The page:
When our local paper asked for wacky, wonderful job stories, I had to share mine:
“Can I squirt him in the eye?” I felt weird being so blunt with the brave little geek in braids, but having graduated from high school in the seventies, I knew I’d feel weirder negotiating with five teens over shark tagging tasks. So when the grad students got our shark situated under their bodies, I got to test his reflex, and his eye membrane nictated nicely which meant that he wasn’t too stressed. On the next round I clipped a bit of tissue off another shark’s fin for DNA testing. A few days later I played games with a blindfolded dolphin, and the day after that, I served as a dolphin pool toy. Ahhhh!
In June, I piled on three coats to wend my way through freezing drizzle to a sod Viking lodge in Newfoundland and talk caribou stew with a Norse woman. Some kilometers south, I walked on the earth’s mantle, and in Nova Scotia I rafted the mud-red bore of world’s highest tide. Last fall I used a three foot strip of baleen and a rubbery sand eel to educate boatloads of whale watchers then recorded the number and type of whale body parts we spotted.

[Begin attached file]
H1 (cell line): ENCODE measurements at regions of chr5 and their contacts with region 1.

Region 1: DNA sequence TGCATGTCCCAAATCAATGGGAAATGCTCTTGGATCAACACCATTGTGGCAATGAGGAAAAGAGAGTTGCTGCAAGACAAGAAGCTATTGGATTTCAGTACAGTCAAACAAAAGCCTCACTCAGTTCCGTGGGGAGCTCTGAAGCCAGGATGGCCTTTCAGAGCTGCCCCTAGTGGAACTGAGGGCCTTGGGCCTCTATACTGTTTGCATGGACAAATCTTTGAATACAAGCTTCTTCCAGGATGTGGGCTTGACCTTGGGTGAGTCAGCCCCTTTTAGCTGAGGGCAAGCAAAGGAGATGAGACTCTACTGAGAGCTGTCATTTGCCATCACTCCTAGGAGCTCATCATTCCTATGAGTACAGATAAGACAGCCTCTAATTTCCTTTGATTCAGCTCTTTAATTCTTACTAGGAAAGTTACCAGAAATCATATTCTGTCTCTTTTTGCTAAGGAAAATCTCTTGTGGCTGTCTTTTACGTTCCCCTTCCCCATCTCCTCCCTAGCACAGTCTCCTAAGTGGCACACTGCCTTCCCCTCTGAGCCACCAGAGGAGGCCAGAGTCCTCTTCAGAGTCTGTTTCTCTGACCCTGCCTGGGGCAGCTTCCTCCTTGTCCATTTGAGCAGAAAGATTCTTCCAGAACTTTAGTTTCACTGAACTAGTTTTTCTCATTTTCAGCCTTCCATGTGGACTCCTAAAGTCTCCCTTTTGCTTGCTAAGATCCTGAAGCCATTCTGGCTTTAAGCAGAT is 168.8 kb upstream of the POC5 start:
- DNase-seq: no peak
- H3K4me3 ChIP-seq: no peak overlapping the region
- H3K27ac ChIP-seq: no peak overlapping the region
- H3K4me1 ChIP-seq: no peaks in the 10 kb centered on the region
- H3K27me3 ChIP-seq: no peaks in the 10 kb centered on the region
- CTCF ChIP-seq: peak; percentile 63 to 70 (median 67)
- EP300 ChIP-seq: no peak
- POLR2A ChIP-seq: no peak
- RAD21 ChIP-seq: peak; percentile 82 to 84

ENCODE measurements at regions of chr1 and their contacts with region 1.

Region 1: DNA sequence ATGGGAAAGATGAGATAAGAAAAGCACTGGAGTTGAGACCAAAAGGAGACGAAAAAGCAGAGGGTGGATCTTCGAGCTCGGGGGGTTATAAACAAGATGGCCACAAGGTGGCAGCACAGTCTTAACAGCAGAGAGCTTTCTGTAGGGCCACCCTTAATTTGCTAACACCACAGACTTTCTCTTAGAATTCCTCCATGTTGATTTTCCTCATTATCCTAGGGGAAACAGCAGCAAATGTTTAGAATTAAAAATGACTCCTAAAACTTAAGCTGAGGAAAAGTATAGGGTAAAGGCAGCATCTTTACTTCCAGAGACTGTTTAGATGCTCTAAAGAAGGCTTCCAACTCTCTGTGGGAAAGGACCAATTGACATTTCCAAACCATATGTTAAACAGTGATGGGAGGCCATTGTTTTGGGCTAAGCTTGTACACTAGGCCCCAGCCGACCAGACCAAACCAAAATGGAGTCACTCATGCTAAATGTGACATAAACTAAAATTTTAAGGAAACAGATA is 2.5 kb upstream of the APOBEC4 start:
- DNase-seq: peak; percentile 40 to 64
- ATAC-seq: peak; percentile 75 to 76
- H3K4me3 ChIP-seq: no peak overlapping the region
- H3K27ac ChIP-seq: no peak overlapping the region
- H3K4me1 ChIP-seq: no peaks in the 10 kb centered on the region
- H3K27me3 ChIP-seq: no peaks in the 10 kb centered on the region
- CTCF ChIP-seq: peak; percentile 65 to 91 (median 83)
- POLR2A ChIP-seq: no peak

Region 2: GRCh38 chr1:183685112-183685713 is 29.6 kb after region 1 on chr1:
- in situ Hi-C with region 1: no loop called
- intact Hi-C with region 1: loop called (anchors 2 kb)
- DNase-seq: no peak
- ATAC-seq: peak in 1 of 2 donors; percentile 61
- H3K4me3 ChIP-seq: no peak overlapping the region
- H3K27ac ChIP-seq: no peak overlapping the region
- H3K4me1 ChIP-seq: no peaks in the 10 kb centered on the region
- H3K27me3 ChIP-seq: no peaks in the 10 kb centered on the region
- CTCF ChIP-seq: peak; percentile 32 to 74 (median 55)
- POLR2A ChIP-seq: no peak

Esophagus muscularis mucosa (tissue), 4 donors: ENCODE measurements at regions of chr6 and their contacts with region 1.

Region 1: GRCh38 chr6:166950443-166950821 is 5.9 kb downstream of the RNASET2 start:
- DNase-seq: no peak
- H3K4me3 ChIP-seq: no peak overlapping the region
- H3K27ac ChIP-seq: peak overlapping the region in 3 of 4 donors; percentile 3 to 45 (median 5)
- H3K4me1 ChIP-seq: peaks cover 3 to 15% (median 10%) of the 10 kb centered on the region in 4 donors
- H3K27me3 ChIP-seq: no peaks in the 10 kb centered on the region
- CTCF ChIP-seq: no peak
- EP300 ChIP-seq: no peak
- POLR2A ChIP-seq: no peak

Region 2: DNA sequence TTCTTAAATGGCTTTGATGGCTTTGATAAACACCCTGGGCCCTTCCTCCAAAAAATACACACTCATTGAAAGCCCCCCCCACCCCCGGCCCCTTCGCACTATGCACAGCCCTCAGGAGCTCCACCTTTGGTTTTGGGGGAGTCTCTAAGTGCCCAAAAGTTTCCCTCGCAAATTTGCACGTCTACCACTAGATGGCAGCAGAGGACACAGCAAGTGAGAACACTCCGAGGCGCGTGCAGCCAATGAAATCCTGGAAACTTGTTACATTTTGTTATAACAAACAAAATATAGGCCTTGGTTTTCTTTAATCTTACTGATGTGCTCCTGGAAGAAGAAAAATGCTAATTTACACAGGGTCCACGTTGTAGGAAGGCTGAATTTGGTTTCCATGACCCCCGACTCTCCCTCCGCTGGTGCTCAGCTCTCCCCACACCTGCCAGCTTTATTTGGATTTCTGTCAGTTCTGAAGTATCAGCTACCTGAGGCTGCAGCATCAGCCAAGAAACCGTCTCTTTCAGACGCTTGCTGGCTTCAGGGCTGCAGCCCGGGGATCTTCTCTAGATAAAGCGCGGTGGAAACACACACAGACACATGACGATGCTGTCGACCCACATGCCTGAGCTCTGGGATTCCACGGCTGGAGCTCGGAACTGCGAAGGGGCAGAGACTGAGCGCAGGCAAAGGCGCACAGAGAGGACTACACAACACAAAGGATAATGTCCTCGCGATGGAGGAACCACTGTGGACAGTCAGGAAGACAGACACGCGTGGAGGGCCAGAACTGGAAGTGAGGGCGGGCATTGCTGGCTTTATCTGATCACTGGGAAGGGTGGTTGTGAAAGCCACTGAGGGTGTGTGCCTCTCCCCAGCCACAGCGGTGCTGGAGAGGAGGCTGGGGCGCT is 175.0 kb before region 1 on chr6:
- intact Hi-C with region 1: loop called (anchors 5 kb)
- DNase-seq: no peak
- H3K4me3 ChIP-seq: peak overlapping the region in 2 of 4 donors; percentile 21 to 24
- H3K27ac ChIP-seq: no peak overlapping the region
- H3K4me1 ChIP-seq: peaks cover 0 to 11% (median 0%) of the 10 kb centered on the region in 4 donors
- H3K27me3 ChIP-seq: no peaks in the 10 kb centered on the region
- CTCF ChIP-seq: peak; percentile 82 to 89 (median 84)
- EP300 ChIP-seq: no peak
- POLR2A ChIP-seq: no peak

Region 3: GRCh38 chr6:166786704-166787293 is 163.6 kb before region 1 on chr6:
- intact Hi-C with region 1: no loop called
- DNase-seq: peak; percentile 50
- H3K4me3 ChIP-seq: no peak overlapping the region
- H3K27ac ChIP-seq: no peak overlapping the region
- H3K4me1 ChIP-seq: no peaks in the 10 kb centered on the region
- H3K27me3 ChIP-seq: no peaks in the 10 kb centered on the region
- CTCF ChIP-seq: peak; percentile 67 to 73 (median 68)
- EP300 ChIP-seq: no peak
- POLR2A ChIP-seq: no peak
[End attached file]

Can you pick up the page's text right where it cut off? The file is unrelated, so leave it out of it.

Between trips, I hand out crickets to people who want to get squirted by archer fish at the Denver aquarium. Then I urge visitors to feel sharks teeth or get hugged by sea urchins. Next trip to the coast, I hope to get rescued by the Coast Guard.
What’s my job? I’m researching a Sea Secrets lecture series, guide book, and Breathtake Byways blog for sea lovers and cruise ship passengers. I love to share it. Invite me to talk to your group about sea creatures. [email protected]